The study, by Danish researchers, combined hedonistic sensory ratings with post-ingestive sensation ratings, to give what they suggest is a more holistic system of food satisfaction scoring.
For this study the researchers trialled four different apple-cherry-flavoured drinks: sweetened with glucose; sweetened with stevia; sweetened with stevia and with added lime flavour; and sweetened with stevia, with lime flavour and added fibre, in the form of beta glucans.
Sixty-six members of a Danish consumer panel were recruited as subjects, and given all four drinks to taste in random order over four sessions, spread out over four days. The subjects first tasted and rated a 25ml sample, then were required to consume 250ml of the drink in each session, and complete a survey on how they felt at 10-minute intervals up to 40 minutes after ingestion.
Stevia beats sucrose?
While the sucrose-sweetened drink had an average overall liking score of 6.4 and a sensory satisfaction score of 6.5, the stevia-sweetened drink had scores of 6.7 and 6.4 respectively. All scores were on a nine-point scale, with 9 being the optimal score.
In contrast the stevia and lime flavoured drink scored 6.0 for both liking and sensory satisfaction, while the stevia, lime flavoured and fibre drink scored 5.8 and 5.5 respectively. Notably the drink with fibre scored a full point lower for appearance than the other varieties – 5.7 compared to 6.7 – and 1.4 points lower for texture than the next lowest – 5.3 against 6.7.
“One explanation for the similar hedonic ratings [between the sucrose- and stevia-sweetened drinks] is the high content of Rebaudioside A (>75%) in the stevia used in the present study. Stevia extracts with a high Rebaudioside A content deliver a cleaner sweet taste with less bitterness and liquorice notes compared to extracts with a lower Rebaudioside A content,” wrote the study’s authors in their paper published in the journal Food Quality and Preference.
They also noted the addition of lime flavour – originally intended to mask negative stevia characteristics – resulted in lower ‘‘liking of odour”, ‘‘drinking pleasure” and ‘‘liking of aftertaste” ratings.
“These results show the relevance of a more detailed description of consumers’ hedonic appreciation of sensory characteristics, as no differences were found on overall liking in the present study,” wrote the authors.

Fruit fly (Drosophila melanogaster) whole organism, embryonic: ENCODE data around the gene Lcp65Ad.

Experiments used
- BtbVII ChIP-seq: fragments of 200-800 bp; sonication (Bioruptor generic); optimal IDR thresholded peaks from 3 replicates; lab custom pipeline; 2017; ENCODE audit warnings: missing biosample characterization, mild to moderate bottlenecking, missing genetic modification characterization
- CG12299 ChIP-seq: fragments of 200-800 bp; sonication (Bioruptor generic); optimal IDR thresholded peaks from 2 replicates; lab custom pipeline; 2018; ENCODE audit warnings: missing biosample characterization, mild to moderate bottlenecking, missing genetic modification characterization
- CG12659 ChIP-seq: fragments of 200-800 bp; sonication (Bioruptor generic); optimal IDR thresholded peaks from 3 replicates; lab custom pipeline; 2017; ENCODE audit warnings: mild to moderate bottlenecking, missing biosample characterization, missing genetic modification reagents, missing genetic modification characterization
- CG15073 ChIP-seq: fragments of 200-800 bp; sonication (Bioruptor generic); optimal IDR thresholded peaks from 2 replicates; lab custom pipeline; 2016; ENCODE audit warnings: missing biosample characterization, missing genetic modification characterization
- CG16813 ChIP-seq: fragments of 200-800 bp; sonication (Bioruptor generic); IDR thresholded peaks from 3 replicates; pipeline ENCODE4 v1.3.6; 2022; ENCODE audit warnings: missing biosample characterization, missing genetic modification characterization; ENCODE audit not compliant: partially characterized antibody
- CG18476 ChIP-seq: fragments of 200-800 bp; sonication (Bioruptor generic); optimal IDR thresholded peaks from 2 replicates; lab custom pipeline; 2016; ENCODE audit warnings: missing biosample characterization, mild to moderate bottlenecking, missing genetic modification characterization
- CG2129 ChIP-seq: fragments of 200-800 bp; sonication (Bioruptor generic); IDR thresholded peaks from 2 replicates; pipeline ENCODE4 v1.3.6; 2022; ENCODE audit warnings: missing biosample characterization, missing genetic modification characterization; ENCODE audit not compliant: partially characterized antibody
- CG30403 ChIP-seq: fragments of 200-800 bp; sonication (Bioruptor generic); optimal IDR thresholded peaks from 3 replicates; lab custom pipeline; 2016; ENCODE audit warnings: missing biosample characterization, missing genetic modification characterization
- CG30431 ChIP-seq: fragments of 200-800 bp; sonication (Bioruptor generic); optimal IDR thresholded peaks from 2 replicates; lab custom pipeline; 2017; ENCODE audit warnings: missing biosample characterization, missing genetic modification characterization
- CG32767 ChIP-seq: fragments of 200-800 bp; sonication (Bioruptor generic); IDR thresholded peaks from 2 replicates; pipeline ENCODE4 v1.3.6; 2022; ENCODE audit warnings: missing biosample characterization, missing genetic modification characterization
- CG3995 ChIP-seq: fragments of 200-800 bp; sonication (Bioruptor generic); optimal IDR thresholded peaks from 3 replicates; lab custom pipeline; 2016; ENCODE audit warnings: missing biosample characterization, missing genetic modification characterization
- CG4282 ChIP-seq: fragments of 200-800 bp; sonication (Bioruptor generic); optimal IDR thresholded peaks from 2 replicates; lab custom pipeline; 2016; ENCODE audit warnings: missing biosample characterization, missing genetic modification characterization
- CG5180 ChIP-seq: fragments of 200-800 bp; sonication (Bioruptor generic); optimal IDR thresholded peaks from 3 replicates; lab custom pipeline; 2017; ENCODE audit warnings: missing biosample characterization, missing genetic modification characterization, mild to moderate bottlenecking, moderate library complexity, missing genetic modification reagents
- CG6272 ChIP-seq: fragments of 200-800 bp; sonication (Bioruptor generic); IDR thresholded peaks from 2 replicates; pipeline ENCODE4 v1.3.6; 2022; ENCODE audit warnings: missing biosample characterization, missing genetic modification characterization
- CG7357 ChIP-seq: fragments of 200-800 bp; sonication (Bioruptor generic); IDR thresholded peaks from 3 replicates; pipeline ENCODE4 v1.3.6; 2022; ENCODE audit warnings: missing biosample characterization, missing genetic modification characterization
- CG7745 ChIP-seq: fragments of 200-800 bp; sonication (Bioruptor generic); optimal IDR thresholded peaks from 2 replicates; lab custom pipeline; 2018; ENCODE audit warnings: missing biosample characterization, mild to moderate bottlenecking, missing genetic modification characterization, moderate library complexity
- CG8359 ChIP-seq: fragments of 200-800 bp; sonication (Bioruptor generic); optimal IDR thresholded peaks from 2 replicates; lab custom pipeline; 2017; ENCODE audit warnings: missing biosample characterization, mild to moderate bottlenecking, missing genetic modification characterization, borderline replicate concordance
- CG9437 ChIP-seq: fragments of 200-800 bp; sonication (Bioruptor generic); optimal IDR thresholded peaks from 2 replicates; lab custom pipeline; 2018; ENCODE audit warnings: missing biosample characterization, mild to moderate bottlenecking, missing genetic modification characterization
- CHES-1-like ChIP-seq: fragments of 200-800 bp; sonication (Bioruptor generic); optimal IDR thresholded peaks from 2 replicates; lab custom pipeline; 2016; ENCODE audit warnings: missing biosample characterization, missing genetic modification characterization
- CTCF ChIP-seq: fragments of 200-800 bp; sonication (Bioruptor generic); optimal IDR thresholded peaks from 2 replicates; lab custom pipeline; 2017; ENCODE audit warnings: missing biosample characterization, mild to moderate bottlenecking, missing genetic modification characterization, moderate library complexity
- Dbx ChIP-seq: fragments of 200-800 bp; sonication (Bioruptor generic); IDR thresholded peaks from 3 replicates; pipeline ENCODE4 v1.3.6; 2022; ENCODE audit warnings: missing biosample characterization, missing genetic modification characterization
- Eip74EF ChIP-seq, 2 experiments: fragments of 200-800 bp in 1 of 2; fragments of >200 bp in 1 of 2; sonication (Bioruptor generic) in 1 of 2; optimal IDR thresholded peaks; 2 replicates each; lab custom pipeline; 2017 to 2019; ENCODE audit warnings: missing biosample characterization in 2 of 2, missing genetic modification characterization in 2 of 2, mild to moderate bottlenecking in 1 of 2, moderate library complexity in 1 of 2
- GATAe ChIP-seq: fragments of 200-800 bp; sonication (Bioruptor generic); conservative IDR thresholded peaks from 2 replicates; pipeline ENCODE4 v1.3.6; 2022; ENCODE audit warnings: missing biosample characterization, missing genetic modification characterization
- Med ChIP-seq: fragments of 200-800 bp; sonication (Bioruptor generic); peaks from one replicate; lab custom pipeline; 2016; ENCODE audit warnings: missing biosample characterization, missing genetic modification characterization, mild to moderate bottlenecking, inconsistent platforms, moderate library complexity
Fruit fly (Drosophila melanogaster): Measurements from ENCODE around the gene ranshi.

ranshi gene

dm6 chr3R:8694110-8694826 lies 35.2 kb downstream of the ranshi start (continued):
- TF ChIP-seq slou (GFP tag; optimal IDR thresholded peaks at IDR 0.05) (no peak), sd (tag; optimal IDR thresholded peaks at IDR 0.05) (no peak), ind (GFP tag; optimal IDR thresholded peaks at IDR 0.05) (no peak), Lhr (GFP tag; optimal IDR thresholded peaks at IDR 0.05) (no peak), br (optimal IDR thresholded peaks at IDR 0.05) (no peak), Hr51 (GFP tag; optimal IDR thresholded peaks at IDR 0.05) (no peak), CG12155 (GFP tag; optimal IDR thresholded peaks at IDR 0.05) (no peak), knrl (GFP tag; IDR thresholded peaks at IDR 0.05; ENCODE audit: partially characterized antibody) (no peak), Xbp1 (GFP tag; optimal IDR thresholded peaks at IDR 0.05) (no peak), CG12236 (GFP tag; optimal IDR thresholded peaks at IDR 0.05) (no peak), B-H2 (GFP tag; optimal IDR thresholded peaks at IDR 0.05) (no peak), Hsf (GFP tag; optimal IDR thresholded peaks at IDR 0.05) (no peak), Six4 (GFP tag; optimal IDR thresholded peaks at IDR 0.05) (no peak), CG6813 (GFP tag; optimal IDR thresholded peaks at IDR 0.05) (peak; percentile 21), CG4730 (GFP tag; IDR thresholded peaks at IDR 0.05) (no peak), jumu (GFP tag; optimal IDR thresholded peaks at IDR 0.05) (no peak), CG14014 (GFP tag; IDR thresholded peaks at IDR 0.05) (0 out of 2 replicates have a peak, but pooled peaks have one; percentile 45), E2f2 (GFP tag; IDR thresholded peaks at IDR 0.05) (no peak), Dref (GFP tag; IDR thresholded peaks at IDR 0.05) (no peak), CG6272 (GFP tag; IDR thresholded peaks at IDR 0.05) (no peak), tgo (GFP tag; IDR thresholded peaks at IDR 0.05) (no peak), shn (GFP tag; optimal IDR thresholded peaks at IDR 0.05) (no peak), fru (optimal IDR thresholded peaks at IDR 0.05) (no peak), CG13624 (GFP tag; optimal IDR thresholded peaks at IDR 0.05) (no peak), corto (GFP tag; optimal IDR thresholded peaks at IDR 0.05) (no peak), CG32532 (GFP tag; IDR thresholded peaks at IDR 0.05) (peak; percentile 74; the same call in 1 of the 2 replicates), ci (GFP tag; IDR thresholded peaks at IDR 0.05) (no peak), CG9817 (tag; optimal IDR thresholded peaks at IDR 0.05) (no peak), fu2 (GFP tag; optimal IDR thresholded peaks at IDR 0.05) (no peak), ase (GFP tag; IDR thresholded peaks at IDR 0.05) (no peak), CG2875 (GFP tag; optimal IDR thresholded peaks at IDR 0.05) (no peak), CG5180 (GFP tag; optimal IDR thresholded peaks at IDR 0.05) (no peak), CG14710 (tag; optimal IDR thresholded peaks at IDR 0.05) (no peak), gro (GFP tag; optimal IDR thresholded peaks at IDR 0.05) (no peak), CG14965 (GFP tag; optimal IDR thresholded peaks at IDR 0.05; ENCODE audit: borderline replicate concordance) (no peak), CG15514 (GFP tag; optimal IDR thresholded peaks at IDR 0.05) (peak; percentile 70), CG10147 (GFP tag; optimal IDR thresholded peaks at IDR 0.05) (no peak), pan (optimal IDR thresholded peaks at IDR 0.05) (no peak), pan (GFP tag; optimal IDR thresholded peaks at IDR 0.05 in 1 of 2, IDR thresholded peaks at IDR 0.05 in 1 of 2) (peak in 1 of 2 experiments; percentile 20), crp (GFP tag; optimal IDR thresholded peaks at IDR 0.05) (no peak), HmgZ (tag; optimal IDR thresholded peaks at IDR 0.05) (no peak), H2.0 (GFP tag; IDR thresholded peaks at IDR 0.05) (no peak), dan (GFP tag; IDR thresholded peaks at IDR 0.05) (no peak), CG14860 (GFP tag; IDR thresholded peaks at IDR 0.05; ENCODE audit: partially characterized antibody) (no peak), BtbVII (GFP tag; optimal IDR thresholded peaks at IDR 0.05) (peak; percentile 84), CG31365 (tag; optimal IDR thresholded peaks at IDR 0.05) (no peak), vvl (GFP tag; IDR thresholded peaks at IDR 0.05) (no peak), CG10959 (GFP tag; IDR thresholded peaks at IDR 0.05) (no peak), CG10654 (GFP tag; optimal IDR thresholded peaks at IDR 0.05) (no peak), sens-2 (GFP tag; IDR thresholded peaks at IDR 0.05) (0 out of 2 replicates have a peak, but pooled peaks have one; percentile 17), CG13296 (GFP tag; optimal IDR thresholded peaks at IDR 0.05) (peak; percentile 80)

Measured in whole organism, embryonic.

Fibre fullness from sensory cues, not satiety
Regarding the lower scores of the fibre drink, the researchers noted that the lower appearance scores could have affected overall liking.
The fibre drink also resulted in lower sensory scores for “hunger” and higher ratings for “fullness” and “replacement of snack”. But the researchers noted these effects were reported immediately after drinking, “suggesting that the appetite altering effect probably was more related to the sensory cues rather than to the post-ingestive sensations perceived at a later stage after intake”.
“No significant effect of fibre addition was seen 20–40 minutes post intake. A potential explanation is that the fibre content in [the drink] was too low to cause effects on gastric emptying, mentioned in the introduction,” they wrote.
“From a scientific point of view the present study showed that hedonic sensory drinking experience was the most important driver of food satisfaction, and that post-ingestive sensations contributed to food satisfaction as well,” the researchers noted in their conclusion.
“The overall hedonic experience was studied through the well- known measure of overall liking and sensory satisfaction. Sensory satisfaction was found to be more discriminative than overall liking, and to better reflect specific liking properties,” they added.
Source: Food Quality and Preference
Published online ahead of print, doi: 10.1016/j.foodqual.2017.01.005
“Integration of the sensory experience and post-ingestive measures for understanding food satisfaction. A case study on sucrose replacement by Stevia rebaudiana and addition of beta glucan in fruit drinks”
Authors: Andersen, B.V.; Mielby, L.H.; Viemose, I.; Bredie, W.L.P.; Hyldig, G.